apartment, and photos showing the same materials were admitted at trial over Amador’s
Sufficiency of the Evidence
By his first issue, Amador contends that the evidence at his trial was factually
insufficient to sustain his conviction.
The Texas Court of Criminal Appeals has held that
our only sufficiency review should be under ―a rigorous and proper application‖ of the
Jackson standard of review, and therefore, we construe Amador’s factual sufficiency
arguments as legal sufficiency arguments in this appeal.
See Brooks v. State, 323
S.W.3d 893, 906 (Tex. Crim. App. 2010). Under this standard, ―the relevant question is
whether, after viewing the evidence in the light most favorable to the prosecution, any
rational trier of fact could have found the essential elements of the crime beyond a
Jackson v. Virginia, 443 U.S. 307, 319 (1979); see Brooks, 323
S.W.3d at 902 n.19. ―[T]he fact-finder’s role as weigher of the evidence is preserved
through a legal conclusion that upon judicial review all of the evidence is to be
considered in the light most favorable to the prosecution.‖
Jackson, 443 U.S. at 319
(emphasis in original); see TEX. CODE CRIM. PROC. ANN. art. 38.04 (Vernon 1979) (―The
jury, in all cases, is the exclusive judge of facts proved, and the weight to be given to the
testimony . . . .‖); Wesbrook v. State, 29 S.W.3d 103, 111 (Tex. Crim. App. 2000) (―The
jury is the exclusive judge of the credibility of witnesses and of the weight to be given
testimony, and it is also the exclusive province of the jury to reconcile conflicts in the
Sufficiency of the evidence is measured by the elements of the offense as defined
by a hypothetically correct jury charge.
Malik v. State, 953 S.W.2d 234, 238-40 (Tex.
Crim. App. 1997); see Adi v. State, 94 S.W.3d 124, 131 (Tex. App.–Corpus Christi 2002,
pet. ref’d). Under a hypothetically correct jury charge, the State was required to prove
beyond a reasonable doubt that Amador: (1) intentionally, knowingly, or recklessly; (2)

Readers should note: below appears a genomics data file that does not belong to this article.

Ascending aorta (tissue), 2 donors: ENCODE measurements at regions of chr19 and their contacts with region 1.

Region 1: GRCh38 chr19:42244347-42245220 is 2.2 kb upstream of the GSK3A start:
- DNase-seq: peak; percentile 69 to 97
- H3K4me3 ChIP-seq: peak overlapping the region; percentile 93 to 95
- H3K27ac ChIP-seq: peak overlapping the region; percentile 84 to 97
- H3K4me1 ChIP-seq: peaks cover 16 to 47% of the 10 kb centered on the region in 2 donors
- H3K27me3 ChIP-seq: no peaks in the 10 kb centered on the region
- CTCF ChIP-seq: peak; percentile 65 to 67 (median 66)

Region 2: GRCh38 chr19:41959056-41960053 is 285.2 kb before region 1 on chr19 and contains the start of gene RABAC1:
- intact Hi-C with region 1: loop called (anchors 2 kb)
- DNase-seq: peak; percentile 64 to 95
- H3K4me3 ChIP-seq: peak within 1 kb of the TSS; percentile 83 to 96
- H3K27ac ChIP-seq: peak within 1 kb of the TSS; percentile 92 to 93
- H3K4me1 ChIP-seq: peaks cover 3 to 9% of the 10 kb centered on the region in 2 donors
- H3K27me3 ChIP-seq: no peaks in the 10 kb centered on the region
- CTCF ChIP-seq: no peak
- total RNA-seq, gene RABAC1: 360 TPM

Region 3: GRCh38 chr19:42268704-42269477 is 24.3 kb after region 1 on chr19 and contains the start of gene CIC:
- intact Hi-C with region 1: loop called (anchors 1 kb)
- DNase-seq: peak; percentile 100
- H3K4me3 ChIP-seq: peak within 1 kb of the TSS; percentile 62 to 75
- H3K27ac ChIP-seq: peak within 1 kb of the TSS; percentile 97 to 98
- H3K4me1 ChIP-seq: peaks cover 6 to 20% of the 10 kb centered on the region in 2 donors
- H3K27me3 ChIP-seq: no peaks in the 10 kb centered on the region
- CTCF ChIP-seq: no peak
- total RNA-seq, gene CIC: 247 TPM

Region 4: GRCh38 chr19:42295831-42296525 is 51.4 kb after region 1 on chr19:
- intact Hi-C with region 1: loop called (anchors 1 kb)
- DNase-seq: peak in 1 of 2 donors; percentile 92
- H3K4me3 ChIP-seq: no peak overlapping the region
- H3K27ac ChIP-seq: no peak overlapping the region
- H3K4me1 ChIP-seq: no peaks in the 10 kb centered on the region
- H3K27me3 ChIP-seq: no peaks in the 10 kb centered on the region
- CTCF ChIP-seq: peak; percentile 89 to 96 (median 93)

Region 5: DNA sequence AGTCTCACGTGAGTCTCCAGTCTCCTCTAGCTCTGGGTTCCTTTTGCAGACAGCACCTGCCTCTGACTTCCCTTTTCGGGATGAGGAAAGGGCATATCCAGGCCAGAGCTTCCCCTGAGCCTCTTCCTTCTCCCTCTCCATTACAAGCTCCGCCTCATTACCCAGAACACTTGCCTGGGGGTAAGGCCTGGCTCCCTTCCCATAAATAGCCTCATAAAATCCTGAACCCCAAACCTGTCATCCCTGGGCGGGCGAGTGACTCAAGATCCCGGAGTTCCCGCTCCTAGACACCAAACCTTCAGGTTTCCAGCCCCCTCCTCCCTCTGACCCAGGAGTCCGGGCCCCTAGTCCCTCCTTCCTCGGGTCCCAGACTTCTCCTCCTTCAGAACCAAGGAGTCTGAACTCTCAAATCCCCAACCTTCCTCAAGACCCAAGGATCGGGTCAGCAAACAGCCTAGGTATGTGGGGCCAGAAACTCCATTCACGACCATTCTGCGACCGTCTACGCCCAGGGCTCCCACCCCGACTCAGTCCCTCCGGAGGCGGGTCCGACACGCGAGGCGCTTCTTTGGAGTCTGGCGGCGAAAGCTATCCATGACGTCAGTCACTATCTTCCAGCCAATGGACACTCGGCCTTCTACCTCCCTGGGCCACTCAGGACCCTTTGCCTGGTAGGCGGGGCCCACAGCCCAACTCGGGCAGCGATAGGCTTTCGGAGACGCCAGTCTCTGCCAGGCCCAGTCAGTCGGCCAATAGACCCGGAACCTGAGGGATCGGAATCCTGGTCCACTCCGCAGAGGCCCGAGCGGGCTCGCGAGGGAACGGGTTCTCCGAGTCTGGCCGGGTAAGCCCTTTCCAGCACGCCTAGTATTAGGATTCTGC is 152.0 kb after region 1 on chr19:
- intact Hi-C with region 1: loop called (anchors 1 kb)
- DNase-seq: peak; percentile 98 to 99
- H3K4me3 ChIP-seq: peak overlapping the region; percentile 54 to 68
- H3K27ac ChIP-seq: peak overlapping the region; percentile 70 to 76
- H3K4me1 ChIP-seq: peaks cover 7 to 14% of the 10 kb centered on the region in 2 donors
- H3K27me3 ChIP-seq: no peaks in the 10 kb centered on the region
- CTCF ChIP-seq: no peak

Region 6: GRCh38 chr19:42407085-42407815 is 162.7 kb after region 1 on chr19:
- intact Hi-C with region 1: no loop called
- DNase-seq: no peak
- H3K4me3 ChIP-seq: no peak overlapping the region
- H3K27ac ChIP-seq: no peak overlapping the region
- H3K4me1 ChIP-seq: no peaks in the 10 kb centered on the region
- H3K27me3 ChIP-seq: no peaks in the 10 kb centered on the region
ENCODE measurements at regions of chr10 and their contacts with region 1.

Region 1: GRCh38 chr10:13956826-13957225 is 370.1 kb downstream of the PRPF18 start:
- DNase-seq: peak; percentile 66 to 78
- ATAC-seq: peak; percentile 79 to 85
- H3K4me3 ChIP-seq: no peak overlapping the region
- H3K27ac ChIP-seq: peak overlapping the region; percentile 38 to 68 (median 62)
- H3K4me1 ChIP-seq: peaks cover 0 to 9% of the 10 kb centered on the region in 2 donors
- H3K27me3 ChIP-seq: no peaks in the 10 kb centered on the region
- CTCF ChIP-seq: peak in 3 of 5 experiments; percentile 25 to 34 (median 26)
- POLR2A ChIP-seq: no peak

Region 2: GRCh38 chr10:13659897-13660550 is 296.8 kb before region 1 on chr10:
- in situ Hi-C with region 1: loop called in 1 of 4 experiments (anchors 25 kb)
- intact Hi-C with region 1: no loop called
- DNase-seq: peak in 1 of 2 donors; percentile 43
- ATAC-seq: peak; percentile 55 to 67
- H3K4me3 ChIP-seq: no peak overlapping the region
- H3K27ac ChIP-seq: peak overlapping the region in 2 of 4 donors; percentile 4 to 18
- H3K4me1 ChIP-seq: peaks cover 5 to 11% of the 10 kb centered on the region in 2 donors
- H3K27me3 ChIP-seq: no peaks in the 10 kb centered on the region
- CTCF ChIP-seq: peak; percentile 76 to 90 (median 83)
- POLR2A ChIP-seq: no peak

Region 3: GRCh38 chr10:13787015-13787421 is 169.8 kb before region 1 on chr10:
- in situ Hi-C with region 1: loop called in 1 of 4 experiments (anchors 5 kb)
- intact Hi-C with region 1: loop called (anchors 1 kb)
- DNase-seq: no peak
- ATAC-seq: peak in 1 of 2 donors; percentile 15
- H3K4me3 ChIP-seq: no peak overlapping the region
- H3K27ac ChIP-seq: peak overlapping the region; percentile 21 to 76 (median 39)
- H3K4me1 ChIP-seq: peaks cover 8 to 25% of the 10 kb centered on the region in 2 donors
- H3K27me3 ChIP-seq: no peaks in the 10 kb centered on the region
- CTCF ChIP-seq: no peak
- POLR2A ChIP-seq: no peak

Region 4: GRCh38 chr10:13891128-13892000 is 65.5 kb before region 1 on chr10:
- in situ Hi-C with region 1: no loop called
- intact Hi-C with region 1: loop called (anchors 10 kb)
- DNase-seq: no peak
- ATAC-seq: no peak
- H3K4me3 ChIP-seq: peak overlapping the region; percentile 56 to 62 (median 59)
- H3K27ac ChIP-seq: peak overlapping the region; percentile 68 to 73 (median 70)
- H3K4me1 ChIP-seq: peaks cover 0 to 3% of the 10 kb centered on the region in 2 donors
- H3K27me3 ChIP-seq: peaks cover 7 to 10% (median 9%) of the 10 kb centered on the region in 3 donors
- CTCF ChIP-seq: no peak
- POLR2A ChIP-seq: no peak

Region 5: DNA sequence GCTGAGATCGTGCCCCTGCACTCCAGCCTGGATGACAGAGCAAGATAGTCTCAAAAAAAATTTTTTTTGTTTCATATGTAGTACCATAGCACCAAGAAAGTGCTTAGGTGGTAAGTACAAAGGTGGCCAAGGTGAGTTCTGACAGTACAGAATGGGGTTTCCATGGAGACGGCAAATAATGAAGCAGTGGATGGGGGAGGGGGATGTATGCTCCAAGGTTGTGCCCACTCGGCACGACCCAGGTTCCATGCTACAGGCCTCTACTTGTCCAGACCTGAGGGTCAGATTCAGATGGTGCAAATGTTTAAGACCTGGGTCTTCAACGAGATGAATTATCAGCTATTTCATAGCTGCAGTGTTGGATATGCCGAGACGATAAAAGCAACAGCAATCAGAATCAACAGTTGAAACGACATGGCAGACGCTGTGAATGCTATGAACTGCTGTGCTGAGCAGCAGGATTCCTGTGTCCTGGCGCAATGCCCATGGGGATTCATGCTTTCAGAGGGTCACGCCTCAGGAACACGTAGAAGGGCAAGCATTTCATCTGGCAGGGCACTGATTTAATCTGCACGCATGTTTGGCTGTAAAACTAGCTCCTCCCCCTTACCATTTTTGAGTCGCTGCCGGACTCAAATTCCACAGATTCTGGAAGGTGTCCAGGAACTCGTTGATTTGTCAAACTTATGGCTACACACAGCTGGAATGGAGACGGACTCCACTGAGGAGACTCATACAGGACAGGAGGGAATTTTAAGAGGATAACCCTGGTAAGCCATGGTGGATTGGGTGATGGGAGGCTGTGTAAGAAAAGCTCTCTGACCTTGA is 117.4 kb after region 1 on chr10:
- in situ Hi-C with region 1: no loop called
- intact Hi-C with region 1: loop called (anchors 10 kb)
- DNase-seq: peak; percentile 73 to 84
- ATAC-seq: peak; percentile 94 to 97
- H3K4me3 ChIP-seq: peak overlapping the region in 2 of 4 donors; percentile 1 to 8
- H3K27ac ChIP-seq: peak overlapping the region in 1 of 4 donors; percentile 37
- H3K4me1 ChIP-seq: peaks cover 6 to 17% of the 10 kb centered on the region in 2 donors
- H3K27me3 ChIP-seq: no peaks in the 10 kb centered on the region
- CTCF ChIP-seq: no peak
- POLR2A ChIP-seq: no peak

caused bodily injury to Zamora; and (3) used or exhibited a deadly weapon during the
commission of the assault.
See TEX. PENAL CODE ANN. §§ 22.01, 22.02.
concedes on appeal to all of the elements of this offense.
He contends, however, that
he produced sufficient evidence that he was acting in self defense, triggering the State’s
burden to prove otherwise, and that the evidence was insufficient to rebut his
The jury in this case, however, heard evidence that (1) Amador fired without
provocation; (2) Zamora had, or at least was in the process of, leaving Amador’s
apartment; (3) Zamora had his hands in the air; and (4) neither Zamora nor Garcia had a
weapon. We recognize that this evidence was controverted during the trial, but it is
within the province of the jury to determine the credibility of the witnesses and to
determine what weight is to be given to all of the testimony.
See Wesbrook, 29 S.W.3d
at 111. Viewing this evidence in the light most favorable to the prosecution, we hold
that there was sufficient evidence for the jury to find beyond a reasonable doubt that
Amador was not acting in self-defense.
See Jackson, 443 U.S. at 319.
Amador’s first issue is overruled.
By his second issue, Amador contends that the trial court erred in admitting the
videotape showing Nazi flags and pornography in his apartment because the evidence
was more prejudicial than probative and inflamed the jury.
Texas Rule of Evidence 403 provides that ―[a]lthough relevant, evidence may be
excluded if its probative value is substantially outweighed by the danger of unfair
prejudice, confusion of the issues, or misleading the jury . . . .‖ TEX. R. EVID. 403. We
review a trial court’s determination of the admissibility of evidence under rule 403 for an
abuse of discretion and will only reverse such a determination if the decision to admit or
exclude the evidence was arbitrary and falls outside the ―zone of reasonable
Rodriguez v. State, 203 S.W.3d 837, 843 (Tex. Crim. App. 2006); see
Williams v. State, 301 S.W.3d 675, 690 (Tex. Crim. App. 2009) (―The admissibility of
photographs over an objection is within the sound discretion of the trial judge.‖). The
Texas Court of Criminal Appeals has held that,
a Rule 403 analysis may include considerations of: (1) the probative